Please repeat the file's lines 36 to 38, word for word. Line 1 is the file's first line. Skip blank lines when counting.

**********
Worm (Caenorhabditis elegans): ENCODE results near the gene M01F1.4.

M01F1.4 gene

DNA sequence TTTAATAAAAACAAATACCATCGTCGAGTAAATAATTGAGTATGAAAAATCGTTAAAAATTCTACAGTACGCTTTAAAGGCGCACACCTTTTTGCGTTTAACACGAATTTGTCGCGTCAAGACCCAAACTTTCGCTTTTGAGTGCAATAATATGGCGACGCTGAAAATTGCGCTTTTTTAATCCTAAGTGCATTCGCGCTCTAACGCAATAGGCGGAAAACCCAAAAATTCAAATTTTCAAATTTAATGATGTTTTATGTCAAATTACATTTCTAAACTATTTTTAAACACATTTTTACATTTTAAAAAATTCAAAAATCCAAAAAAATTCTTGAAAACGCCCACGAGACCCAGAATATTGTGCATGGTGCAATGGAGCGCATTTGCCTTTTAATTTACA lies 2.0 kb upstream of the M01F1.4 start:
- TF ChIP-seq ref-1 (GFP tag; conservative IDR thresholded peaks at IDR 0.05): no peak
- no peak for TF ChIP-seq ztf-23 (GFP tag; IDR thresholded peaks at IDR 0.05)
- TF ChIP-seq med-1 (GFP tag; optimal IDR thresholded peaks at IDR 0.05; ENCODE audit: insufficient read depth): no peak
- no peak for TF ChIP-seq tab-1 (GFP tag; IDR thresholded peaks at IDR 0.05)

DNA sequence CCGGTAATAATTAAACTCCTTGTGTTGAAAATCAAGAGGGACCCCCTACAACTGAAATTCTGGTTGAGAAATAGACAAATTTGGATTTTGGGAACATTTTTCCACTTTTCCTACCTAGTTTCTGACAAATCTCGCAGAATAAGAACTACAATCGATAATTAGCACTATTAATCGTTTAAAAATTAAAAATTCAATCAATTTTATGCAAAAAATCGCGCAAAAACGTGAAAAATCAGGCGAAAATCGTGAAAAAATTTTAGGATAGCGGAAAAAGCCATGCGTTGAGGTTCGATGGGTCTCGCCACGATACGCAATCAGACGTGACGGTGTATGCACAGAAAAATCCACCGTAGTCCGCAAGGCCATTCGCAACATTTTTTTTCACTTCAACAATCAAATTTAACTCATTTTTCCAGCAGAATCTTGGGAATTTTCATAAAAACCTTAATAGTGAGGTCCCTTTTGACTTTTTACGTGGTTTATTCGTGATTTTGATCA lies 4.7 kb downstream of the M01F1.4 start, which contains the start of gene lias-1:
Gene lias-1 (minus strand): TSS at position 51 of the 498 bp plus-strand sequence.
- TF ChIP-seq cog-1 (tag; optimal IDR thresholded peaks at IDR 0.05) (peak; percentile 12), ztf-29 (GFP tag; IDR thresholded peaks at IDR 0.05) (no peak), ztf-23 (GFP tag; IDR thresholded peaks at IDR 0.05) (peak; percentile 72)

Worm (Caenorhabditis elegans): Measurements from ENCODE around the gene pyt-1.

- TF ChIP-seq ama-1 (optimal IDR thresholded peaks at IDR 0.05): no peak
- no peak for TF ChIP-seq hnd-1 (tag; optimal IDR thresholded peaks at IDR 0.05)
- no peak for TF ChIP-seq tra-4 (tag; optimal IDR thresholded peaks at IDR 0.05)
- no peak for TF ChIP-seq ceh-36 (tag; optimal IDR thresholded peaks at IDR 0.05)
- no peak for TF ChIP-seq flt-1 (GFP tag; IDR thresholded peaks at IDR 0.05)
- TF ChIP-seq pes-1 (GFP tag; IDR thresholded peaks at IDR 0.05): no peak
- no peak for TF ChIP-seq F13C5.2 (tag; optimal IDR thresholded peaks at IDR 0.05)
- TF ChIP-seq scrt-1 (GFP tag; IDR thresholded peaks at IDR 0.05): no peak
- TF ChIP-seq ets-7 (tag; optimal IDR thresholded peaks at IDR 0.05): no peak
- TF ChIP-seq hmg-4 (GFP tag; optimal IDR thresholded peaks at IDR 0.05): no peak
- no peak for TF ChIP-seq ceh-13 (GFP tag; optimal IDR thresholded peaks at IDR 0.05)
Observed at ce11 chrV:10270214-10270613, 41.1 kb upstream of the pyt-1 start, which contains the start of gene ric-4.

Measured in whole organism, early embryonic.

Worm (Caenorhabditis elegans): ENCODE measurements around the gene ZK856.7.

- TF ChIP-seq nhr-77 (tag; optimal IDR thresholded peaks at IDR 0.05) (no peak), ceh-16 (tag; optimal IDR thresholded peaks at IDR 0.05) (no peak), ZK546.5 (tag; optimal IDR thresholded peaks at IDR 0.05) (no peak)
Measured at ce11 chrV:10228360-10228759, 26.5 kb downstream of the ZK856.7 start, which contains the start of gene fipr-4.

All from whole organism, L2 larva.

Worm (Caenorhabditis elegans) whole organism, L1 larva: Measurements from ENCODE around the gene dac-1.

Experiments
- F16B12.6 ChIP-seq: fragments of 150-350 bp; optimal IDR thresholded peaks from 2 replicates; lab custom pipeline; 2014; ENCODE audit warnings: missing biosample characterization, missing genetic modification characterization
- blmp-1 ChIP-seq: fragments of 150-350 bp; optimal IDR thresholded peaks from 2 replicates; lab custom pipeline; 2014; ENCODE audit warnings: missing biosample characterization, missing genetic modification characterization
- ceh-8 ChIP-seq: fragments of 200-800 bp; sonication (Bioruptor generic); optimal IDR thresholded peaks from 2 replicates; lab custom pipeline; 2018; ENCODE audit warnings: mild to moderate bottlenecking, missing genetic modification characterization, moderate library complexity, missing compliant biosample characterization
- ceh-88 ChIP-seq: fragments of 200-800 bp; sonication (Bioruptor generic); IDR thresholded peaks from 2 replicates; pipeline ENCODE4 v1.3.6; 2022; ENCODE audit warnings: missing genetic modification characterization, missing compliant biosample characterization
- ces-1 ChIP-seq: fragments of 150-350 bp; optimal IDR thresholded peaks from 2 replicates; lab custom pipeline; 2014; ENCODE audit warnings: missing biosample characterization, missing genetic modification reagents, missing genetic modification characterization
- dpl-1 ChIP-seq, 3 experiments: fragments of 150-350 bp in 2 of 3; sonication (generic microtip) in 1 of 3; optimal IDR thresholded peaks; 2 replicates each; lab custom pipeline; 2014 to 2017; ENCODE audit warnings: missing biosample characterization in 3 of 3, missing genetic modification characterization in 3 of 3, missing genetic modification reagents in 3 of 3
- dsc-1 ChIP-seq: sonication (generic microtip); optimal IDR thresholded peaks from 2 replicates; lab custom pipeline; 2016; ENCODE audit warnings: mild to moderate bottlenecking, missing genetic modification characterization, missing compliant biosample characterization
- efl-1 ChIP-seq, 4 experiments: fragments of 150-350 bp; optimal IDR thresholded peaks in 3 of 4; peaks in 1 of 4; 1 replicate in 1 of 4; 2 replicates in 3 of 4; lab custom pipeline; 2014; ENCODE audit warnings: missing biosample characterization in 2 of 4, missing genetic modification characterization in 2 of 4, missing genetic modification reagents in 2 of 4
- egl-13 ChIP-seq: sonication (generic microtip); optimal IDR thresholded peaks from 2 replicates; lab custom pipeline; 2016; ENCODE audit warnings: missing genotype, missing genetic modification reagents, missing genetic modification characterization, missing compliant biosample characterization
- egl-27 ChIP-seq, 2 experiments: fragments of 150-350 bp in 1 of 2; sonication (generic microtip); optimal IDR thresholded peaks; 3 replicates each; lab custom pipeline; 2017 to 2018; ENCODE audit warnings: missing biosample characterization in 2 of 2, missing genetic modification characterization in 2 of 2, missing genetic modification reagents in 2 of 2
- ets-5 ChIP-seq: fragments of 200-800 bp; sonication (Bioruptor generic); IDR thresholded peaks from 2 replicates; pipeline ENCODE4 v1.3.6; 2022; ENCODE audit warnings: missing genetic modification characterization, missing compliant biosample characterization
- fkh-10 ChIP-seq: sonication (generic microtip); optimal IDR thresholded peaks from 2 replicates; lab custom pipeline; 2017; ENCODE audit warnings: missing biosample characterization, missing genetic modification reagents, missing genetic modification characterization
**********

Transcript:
- dpl-1 ChIP-seq, 3 experiments: fragments of 150-350 bp in 2 of 3; sonication (generic microtip) in 1 of 3; optimal IDR thresholded peaks; 2 replicates each; lab custom pipeline; 2014 to 2017; ENCODE audit warnings: missing biosample characterization in 3 of 3, missing genetic modification characterization in 3 of 3, missing genetic modification reagents in 3 of 3
- dsc-1 ChIP-seq: sonication (generic microtip); optimal IDR thresholded peaks from 2 replicates; lab custom pipeline; 2016; ENCODE audit warnings: mild to moderate bottlenecking, missing genetic modification characterization, missing compliant biosample characterization
- efl-1 ChIP-seq, 4 experiments: fragments of 150-350 bp; optimal IDR thresholded peaks in 3 of 4; peaks in 1 of 4; 1 replicate in 1 of 4; 2 replicates in 3 of 4; lab custom pipeline; 2014; ENCODE audit warnings: missing biosample characterization in 2 of 4, missing genetic modification characterization in 2 of 4, missing genetic modification reagents in 2 of 4